Added sugars modify the effects of immunoglobulin G antibodies
Computer analysis fills gaps in antibody blueprint
Immunoglobulin G (IgG) antibodies, are the most common antibodies in blood and act especially against viruses and bacteria. They are are produced by so-called plasma cells after contact with a corresponding antigen.
“They have a characteristic Y shape and are composed mainly of protein”, explains Elisa Benedetti, PhD student at the Institute of Computational Biology (ICB) of the Helmholtz Zentrum München. “However, during their production, the cell attaches different sugars to these protein molecules, and how this happens was until now not well understood”, continues the first author of the study.
Understanding this process is of great interest to researchers, because the identity of the sugar that is attached dramatically influences the function of the antibody. While one sugar molecule might promote inflammation upon contact with an antigen, another might suppress the immune response.
“If the process of antibody glycosylation is defective, then the consequences can be severe”, explains Benedetti. Several diseases, including diabetes and cancer or autoimmune diseases such as lupus have already been linked with incorrectly attached sugars.
Using computers to solve a biochemical problem
“The difficulty in studying the glycosylation blueprint lies, among other things, in the complex regulation of how the corresponding enzymes work”, explains last author Dr. Jan Krumsiek, junior group leader at the ICB and Junior Fellow at the Technical University of Munich. The bioinformaticians’ strategy to solve this biochemically difficult problem was to tackle it in the digital realm.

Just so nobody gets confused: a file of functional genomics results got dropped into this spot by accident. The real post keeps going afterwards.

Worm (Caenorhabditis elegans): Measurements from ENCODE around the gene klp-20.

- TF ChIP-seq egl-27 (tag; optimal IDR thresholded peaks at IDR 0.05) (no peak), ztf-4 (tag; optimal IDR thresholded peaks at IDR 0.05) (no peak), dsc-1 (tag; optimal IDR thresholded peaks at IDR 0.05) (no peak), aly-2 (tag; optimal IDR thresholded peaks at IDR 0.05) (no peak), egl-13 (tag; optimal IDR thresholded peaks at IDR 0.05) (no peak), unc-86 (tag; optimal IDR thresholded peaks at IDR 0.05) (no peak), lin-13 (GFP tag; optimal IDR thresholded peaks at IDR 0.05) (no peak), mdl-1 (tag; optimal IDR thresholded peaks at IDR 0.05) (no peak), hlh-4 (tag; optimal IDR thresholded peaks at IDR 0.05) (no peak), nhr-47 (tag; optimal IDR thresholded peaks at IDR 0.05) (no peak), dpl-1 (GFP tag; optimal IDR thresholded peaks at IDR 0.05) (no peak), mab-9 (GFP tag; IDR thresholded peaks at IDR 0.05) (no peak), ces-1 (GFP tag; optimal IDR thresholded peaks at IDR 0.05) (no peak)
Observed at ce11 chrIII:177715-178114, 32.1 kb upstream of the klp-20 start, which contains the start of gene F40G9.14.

To this end, the scientists analyzed data from the Croatian “10001 Dalmatians Biobank”. They first studied blood samples from almost 700 test subjects aged between 18 und 88 with respect to the sugars attached to their IgG antibodies. By investigating the correlation of the measured glycans to each other, authors found that they largely corresponded to previous known steps in the enzymatic process of IgG glycosylation. Indeed, on the basis of the data, the algorithm could reconstitute the already known blueprint – and develop it further.
Prediction of additional steps on the reaction pathway
“We could predict new steps of how the sugar residues must be attached to the antibodies”, explains Krumsiek. “Using three additional cohorts comprising over 2,500 samples, we were able to replicate the statistical data.”
Subsequently, the researchers could substantiate the predicted steps using further methods: firstly, on the basis of a genome-wide association study with about 1,900 samples from the Cooperative Health Research in the Region of Augsburg (KORA) research platform, and, additionally, in a series of three experiments in the laboratory.
“We could show in vitro that at least one of our predicted reactions is enzymatically feasible and we demonstrated in cell culture that particular enzymes that are predicted to work together in the model, do actually co-localize in the cell, that is, they are spatially very close to each other”, says Krumsiek. “Our study shows how information technology and classical bench chemistry can support and enhance each other.”
Benedetti, E. et al. (2017): Network inference from glycoproteomics data reveals new reactions in the IgG glycosylation pathway. Nature Communications, DOI: 10.1038/s41467-017-01525-0